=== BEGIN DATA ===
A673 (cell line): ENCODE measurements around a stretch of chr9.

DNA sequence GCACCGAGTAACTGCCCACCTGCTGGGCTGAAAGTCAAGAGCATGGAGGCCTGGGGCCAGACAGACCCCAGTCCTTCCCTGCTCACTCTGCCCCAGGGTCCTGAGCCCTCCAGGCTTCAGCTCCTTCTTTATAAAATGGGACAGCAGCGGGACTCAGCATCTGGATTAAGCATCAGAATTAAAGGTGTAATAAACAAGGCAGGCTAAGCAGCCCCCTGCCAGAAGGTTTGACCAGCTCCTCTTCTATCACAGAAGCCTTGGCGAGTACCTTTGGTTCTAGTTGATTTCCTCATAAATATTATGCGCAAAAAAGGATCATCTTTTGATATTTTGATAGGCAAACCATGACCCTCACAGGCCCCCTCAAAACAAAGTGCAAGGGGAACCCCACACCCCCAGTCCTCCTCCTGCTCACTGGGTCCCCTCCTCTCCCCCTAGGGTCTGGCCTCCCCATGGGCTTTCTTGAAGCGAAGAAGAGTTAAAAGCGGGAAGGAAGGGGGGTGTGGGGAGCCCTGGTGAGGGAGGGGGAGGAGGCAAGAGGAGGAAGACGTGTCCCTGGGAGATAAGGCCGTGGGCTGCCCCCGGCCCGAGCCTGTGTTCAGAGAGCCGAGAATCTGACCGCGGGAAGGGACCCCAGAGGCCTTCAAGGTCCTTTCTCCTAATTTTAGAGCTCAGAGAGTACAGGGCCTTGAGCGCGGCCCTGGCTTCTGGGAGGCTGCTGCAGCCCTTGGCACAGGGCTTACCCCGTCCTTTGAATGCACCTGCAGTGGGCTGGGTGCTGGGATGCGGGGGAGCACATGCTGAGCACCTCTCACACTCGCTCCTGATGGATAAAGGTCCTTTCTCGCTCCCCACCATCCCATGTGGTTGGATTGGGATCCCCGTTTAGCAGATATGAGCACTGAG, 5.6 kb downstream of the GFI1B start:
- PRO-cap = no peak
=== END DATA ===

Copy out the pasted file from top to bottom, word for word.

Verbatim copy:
A673 (cell line): ENCODE measurements around a stretch of chr9.

DNA sequence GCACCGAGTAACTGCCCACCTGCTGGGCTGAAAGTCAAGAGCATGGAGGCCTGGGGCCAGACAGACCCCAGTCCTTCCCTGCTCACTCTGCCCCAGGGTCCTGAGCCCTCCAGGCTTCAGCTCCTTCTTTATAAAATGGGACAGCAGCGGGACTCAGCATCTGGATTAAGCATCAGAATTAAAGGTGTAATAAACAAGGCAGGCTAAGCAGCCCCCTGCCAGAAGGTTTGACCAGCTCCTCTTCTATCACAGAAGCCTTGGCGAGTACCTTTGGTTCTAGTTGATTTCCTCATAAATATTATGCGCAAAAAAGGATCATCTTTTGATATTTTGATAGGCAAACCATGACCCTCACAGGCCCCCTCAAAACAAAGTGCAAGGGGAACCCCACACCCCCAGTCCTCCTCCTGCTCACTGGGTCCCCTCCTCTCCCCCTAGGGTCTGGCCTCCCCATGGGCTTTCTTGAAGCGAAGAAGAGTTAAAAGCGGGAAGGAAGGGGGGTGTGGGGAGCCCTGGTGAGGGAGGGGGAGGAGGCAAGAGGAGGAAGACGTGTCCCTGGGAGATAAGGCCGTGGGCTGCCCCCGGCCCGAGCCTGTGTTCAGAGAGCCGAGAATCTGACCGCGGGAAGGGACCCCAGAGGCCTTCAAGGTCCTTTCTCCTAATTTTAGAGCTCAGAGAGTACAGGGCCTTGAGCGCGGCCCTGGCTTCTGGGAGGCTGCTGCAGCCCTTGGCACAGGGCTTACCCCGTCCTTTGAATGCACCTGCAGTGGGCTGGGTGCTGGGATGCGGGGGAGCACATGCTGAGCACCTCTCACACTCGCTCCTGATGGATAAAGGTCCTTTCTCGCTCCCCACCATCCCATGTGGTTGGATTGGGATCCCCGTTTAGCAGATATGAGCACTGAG, 5.6 kb downstream of the GFI1B start:
- PRO-cap = no peak